PARENTS
09/29/2011 10:50 am ET Updated Nov 22, 2011

My Son Has Separation Anxiety And Makes A Scene When I Drop Him Off At Nursery School

Dear Susan,

My son is 3 years old and this is his first week at pre-school. He is having a hard time adjusting. My husband drops him off because when I do he cries and grabs on to me so intensely that I feel terrible for leaving him. And, I feel miserable all day. At night, my son cries and says he doesn't want to go. He's been attending a home day-care for the last year so separation is not new. I don't know if I can handle another week of feeling like this. Is it right to keep sending him?

Signed, Torn Mama
Dear Torn,

Your question is likely to spark a debate among our readers. Some will suggest that at three years of age, your little boy isn’t ready for the structure and stimulation of preschool, and that he would be better served if you went back to home care with fewer children and one primary caregiver. Others will advise you to continue sending him to school, and assure you that once he’s been there for a few weeks, he’ll adjust happily.

I wish I could tell you that it is or isn’t “right” to keep sending your son to preschool, but unfortunately, it isn’t that simple. No one knows your son like you and your husband do; in the end, you’re going to have to go with your instincts. But perhaps I can help by offering some ways to help your son adjust more easily.

Transition into success. You may find that it helps to have your son spend less than the usual amount of time at school -- even 30 minutes, at first -- progressing to a full school day within a couple of weeks. By getting used to being there in smaller increments of time, he may more quickly adjust.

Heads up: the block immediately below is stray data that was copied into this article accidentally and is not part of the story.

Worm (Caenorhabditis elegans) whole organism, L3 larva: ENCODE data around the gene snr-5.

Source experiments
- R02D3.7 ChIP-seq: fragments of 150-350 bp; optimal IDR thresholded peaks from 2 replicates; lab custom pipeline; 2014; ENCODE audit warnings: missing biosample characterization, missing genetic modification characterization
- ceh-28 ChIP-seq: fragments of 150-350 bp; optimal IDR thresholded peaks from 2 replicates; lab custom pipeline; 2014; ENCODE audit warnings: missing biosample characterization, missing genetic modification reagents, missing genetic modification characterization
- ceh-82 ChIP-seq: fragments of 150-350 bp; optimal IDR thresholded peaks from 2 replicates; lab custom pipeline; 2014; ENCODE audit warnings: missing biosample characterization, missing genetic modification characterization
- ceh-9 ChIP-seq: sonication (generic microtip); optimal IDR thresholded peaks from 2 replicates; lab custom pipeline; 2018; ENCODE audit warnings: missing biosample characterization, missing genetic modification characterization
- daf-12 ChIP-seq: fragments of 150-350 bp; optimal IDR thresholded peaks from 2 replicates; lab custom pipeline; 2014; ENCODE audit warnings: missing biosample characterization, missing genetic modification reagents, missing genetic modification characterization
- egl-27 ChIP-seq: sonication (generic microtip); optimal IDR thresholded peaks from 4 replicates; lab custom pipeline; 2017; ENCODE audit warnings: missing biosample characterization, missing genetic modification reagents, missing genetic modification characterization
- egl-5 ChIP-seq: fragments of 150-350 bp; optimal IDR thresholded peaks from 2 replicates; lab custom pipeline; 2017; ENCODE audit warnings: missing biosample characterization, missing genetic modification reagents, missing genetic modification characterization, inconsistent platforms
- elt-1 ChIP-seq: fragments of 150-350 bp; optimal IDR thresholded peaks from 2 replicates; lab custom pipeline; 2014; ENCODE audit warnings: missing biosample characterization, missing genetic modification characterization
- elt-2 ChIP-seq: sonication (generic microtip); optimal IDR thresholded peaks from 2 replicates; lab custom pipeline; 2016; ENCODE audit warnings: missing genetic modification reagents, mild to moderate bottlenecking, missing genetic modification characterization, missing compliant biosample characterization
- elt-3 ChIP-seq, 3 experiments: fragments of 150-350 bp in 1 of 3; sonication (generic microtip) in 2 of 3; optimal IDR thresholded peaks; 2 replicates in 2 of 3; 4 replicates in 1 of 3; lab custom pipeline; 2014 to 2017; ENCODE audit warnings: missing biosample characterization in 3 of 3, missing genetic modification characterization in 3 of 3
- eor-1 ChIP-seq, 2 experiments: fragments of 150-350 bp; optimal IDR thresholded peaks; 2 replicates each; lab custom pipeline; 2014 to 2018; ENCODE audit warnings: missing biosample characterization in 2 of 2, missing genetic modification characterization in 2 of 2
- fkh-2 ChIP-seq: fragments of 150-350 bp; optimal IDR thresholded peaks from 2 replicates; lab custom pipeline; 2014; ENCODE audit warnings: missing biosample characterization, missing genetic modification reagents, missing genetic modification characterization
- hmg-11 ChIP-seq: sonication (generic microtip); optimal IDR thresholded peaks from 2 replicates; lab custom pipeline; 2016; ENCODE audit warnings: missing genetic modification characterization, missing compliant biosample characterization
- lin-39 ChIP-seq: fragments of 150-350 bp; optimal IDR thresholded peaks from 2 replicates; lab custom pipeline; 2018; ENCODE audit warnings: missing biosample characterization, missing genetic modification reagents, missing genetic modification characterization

Establish parting rituals, focusing on the time when he’ll be reunited with you, rather than on separation. “I love you, you love me, we’re a happy family!” Talk about what you’ll do when you pick him up; “First I’ll hug and kiss you a lot, and then we’ll drive home and have a yummy lunch!”

Tell your husband not to leave when your son isn’t looking. It might be tempting to sneak off, but it can create tremendous anxiety; your son will most likely become hyper-vigilant in his focus on Daddy’s whereabouts if he doesn’t watch him leave. Even if he’s crying while Daddy says goodbye, it's okay.

Empower his teachers with activities, toys or songs that you know are soothing to your son. The more they are able to offer a familiar version of comfort to him, the better he’ll be able to relax in their care.

Strengthen the bond he has with at least one of his preschool teachers. A three-year old recognizes that his survival depends upon being cared for by someone to whom he is securely attached and who will look after him lovingly. Spend time with his special teacher. Invite her or him out to lunch, or even to your home for a meal. Mention the teacher to grandparents or neighbors with your son present, so this person begins to feel more like part of your son's tribe. Place a school photo on the mantel. Visit the classroom before other children arrive so the two of them can connect in a more relaxed way. When your son gets a chance to develop a bond with his teacher, he or she will become a “safe haven” in your absence.

In the end, I encourage you to consider the comments I’ve offered here, then quiet the debate in your head so your heart can weigh in. It may well be that after trying these ideas for another week or two with little improvement, you’ll decide to go back to a home care situation for a few months. There’s nothing wrong with that at all. Some children aren’t ready for the emotional demands of preschool at three, but do very well at three and a half!

By incorporating practical strategies to help your son adjust to school while relying on your parental instincts, I trust you will make the best decision for your child.

Yours in parenting support,
Susan, HuffPost's Parent Coach

Parent Coach, Susan Stiffelman, is a licensed and practicing psychotherapist and marriage and family therapist. She holds a Bachelor of Arts in developmental psychology and a Master of Arts in clinical psychology. Her book, Parenting Without Power Struggles, is available on Amazon. Sign up to get Susan's free parenting newsletter.